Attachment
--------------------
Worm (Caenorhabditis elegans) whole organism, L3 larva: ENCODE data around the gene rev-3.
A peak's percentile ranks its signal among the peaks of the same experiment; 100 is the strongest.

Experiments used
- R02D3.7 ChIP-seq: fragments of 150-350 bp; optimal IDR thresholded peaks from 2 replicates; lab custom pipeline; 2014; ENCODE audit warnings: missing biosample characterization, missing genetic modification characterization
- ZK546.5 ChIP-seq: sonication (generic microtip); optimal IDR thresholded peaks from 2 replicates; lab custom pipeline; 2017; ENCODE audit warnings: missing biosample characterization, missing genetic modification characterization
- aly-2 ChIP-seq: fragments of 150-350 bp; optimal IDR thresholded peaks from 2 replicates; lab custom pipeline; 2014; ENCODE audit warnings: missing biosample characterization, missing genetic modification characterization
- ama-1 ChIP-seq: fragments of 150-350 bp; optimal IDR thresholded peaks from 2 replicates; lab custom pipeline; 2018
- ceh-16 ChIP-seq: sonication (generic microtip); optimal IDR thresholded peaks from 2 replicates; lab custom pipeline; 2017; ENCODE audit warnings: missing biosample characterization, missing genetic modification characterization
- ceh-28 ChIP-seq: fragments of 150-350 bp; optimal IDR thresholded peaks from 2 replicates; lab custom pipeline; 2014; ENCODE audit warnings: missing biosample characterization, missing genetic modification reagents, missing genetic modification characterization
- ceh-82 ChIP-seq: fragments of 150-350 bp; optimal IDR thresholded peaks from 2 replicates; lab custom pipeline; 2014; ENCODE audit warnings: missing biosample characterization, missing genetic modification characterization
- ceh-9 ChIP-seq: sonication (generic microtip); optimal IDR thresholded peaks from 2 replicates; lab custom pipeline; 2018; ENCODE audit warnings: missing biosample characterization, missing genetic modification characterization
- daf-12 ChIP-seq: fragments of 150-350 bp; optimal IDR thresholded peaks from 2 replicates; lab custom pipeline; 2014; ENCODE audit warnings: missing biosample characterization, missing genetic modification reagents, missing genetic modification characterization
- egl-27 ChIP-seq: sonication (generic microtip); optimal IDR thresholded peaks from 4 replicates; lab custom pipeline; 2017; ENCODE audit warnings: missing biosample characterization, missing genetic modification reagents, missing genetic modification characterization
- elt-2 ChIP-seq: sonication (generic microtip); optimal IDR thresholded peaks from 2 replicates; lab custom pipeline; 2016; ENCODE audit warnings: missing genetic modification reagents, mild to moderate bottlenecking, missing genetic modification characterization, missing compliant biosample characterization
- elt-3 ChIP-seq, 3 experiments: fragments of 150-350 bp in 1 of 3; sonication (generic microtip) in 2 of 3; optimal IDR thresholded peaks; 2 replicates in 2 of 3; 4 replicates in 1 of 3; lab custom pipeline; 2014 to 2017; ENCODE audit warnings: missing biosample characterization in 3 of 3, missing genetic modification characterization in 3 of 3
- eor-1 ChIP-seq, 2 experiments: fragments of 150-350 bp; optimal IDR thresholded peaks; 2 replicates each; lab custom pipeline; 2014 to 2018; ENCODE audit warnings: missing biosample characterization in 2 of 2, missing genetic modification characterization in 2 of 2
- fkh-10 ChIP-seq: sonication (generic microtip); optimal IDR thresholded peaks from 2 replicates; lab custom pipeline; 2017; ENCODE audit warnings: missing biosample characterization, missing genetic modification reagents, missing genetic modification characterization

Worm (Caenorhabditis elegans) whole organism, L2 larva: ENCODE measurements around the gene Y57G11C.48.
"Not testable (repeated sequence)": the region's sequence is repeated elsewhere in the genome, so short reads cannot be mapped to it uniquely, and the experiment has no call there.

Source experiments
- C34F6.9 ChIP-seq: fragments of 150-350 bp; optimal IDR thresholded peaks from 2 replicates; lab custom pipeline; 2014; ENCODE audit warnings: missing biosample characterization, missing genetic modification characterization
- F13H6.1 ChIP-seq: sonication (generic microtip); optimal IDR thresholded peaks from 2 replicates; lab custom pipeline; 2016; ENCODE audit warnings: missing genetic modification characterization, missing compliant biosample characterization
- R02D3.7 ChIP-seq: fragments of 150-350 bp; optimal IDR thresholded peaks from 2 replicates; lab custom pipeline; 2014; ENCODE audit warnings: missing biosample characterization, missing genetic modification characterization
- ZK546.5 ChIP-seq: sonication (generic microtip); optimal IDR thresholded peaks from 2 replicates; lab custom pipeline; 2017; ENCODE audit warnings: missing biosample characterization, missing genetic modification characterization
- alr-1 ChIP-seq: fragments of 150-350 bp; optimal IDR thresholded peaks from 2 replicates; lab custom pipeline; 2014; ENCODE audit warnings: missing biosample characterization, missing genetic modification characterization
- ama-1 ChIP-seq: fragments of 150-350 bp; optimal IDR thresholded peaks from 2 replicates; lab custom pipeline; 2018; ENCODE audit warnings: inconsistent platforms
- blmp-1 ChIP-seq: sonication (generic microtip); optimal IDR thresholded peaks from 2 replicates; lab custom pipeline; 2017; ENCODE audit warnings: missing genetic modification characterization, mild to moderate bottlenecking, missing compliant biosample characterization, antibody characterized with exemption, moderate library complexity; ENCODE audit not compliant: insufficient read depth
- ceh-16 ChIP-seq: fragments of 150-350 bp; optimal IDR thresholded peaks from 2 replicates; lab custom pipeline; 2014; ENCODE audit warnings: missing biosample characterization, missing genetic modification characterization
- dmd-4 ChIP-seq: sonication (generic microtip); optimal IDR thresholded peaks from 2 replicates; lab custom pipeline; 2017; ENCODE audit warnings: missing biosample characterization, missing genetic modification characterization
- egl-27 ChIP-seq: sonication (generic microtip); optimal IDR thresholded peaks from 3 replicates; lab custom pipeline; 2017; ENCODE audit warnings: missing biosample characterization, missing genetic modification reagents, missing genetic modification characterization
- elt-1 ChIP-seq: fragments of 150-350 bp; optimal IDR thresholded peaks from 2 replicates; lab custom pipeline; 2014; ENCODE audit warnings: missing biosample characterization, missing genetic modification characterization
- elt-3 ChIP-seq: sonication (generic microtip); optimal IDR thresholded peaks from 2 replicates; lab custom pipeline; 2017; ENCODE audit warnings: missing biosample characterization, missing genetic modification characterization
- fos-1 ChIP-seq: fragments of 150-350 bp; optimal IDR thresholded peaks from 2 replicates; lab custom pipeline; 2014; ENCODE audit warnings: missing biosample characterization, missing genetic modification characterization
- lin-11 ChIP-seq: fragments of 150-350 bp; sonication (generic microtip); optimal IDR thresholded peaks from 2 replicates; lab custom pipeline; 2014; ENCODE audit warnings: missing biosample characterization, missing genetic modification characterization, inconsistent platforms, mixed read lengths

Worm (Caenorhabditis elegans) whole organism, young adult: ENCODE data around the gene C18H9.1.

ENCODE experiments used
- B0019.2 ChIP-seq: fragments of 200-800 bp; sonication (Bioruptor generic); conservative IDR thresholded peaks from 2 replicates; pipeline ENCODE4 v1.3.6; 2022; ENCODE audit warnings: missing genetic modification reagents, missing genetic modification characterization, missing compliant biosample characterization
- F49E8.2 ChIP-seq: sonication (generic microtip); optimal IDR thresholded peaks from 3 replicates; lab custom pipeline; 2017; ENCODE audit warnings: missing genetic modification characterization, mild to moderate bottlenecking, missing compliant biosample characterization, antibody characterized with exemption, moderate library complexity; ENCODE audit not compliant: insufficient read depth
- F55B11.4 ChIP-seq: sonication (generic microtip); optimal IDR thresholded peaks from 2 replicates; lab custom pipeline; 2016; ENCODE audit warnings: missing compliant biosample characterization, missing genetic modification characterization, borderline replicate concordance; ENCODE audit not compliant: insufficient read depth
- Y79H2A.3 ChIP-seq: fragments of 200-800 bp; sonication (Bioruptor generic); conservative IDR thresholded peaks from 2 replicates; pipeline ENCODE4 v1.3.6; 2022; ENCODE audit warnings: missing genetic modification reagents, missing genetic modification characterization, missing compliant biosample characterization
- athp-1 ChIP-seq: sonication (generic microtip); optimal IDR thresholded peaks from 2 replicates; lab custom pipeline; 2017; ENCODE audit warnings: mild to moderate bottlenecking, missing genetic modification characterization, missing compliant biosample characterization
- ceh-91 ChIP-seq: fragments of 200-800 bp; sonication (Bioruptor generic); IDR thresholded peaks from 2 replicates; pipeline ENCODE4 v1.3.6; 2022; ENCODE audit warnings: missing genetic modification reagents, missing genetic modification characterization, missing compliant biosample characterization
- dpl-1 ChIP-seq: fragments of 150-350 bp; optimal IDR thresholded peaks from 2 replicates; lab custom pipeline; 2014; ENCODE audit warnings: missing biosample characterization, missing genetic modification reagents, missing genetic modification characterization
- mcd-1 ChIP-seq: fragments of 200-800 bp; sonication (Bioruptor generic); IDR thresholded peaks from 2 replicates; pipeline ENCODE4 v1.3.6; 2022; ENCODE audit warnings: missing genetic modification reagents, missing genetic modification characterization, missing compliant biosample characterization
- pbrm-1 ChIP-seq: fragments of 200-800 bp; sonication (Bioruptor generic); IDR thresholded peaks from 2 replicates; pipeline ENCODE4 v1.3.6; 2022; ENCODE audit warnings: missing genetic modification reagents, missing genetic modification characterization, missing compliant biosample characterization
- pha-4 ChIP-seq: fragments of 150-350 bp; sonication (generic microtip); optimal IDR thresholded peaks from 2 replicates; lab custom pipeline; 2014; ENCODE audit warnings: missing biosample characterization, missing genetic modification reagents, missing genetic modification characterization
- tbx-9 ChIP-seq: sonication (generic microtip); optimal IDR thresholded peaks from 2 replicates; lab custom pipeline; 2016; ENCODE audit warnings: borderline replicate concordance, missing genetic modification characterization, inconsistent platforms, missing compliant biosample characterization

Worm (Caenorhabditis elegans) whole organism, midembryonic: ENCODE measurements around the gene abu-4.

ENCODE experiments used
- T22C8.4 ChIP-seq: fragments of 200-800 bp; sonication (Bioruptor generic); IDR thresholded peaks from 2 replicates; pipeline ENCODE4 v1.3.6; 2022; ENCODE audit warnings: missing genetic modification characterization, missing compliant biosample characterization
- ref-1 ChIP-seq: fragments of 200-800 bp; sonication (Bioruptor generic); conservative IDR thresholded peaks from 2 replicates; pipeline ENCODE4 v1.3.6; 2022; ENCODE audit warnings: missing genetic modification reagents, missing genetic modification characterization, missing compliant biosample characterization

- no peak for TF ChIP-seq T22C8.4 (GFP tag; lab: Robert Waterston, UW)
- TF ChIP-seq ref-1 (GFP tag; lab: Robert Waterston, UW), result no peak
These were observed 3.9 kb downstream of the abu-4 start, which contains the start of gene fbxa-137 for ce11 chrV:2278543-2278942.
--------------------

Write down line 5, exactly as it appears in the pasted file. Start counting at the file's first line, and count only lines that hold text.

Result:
- ZK546.5 ChIP-seq: sonication (generic microtip); optimal IDR thresholded peaks from 2 replicates; lab custom pipeline; 2017; ENCODE audit warnings: missing biosample characterization, missing genetic modification characterization